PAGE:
Naramata Bench winery Laughing Stock is best known for their iconic red blend “Portfiolio”. Since founding the winery in 2001 owners David & Cynthia Enns have produced thousands of cases of their flagship wine, and recently celebrated the tenth vintage upon release of the 2012. However, despite the seeming focus on Bordeaux-styled reds (including the well respected second wine “Blind Trust”) the winery has wisely diversified their holdings. The Enns have in fact spent the last several years crafting one of Canada’s best Syrah since acquiring an Osoyoos vineyard in 2007.
As a member of Laughing Stock’s Preferred Share Wine Club I have been privileged to receive each vintage of Syrah since the first release of 302 cases in 2008. Latter vintages have grown in size to the several hundred cases now produced annually, but still pale in comparison to the 2,000+ cases of Portfolio snapped up each year. Despite the worthy praise for Portfolio, the Syrah has received at least as many accolades, with annual admiration that has included national Platinum and Gold medals, plus a prestigious Lieutenant Governor’s Award for Excellence in BC Wines. Having amassed six vintages from 2008 to 2013 I recently decided to share a vertical tasting of this spectacular Syrah with a small group of family and friends.
The Perfect Hedge Vineyard on the East Bench of Osoyoos Lake was planted in 2005, including nearly three acres of Syrah alongside Cabernet Sauvignon, Merlot, Viognier, and Malbec. By 2008 the vineyard was ready to yield a blend of 92% Syrah and 8% Viognier, released to a growing fan base in the summer of 2010. For the first release the winery went with Stelvin-sealed bottles, which has benefited the wine by this point, as we found it lively and retaining generous fruit beyond some mature savoury olive aromas. Purple fruit flavours on the finish suggested there is still life ahead for those bottles that remain securely sealed and stashed away in the cellars of collectors.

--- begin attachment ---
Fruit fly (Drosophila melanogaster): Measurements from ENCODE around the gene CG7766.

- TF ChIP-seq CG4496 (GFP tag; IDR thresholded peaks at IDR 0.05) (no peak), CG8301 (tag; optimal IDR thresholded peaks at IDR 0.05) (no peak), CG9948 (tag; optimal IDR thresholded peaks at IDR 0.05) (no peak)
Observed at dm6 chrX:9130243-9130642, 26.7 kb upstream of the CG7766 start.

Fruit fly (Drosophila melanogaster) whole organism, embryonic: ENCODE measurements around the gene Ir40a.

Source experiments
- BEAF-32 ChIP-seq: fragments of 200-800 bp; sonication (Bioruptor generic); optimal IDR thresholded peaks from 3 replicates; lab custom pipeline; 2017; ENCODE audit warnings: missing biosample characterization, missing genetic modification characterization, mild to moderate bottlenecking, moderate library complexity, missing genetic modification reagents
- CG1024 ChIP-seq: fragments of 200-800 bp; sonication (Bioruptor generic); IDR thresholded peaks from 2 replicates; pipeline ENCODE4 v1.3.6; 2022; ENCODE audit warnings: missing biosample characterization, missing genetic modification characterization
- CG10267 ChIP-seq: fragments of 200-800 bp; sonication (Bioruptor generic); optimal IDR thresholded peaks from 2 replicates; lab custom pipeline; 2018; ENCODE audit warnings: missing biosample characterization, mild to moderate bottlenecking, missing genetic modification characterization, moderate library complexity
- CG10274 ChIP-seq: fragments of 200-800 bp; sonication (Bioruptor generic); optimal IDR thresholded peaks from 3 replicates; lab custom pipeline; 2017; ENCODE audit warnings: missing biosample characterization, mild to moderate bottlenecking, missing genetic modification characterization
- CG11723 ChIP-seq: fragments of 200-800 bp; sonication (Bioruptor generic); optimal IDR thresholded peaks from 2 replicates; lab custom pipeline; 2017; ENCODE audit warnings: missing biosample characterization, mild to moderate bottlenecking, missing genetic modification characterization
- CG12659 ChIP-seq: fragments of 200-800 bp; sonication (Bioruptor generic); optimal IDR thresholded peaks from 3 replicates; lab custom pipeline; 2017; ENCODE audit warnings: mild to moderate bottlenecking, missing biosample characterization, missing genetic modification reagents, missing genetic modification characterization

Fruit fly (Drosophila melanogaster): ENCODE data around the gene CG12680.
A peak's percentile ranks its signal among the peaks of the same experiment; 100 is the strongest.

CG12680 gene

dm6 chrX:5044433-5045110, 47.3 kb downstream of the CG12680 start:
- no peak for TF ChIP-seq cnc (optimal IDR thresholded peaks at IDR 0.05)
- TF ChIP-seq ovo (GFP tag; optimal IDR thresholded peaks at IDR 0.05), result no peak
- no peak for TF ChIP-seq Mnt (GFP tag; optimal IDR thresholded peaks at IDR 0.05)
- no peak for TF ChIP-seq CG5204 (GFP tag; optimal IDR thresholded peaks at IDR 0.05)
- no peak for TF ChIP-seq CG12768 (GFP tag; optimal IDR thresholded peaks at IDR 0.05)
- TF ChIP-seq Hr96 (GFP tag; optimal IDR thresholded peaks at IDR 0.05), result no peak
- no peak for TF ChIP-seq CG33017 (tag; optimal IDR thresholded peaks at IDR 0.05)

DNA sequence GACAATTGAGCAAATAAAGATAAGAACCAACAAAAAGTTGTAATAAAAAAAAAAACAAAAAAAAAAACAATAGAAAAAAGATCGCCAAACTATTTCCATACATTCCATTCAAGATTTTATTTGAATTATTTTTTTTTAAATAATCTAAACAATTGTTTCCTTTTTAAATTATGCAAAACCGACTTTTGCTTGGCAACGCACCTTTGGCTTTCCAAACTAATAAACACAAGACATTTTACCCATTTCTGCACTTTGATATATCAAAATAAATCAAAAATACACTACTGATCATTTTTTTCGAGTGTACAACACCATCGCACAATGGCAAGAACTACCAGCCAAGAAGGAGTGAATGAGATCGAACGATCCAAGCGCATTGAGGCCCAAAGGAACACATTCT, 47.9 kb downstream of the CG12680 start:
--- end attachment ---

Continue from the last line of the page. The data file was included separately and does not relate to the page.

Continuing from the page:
The early years of production served to establish Winemaker David Enns’ preferred technique, with whole cluster/berry Syrah complemented by crushed Viognier (4-8%) to circulate within the steel tanks and oak puncheons used for fermentation. Fourteen to 16 months of aging have become the norm, with 40% new oak most common. In the second year of production the hot and short growing season of 2009 pumped up the alcohol to 14.8%, contributing to the plummy, Porty nose we encountered. Smooth and mature under cork the wine was in fact so rich as to be considered best for after-dinner purposes, with low acidity and sweet, chocolate-cherry flavours serving to raise eyebrows around the table. Even at a young age this wine launched the series of notable medals collected thus far, receiving Gold at the 2011 Canadian Wine Awards.
Another CWA Gold medal arrived the following year, awarded to the 2010 vintage; which also received the Lieutenant Governor’s Award that summer. The relatively cool growing season was overcome with deft viticulture and a late harvest during a timely October heat wave. Despite the necessary fruit thinning production increased to 620 cases, although 18 months of aging was felt necessary, the longest of all six vintages. After three-plus years in bottle we discovered a mouth-watering wine at its peak, with aromas of savoury leather and peppered meat, and a smooth, juicy blackberry palate – an easy favourite of the tasting.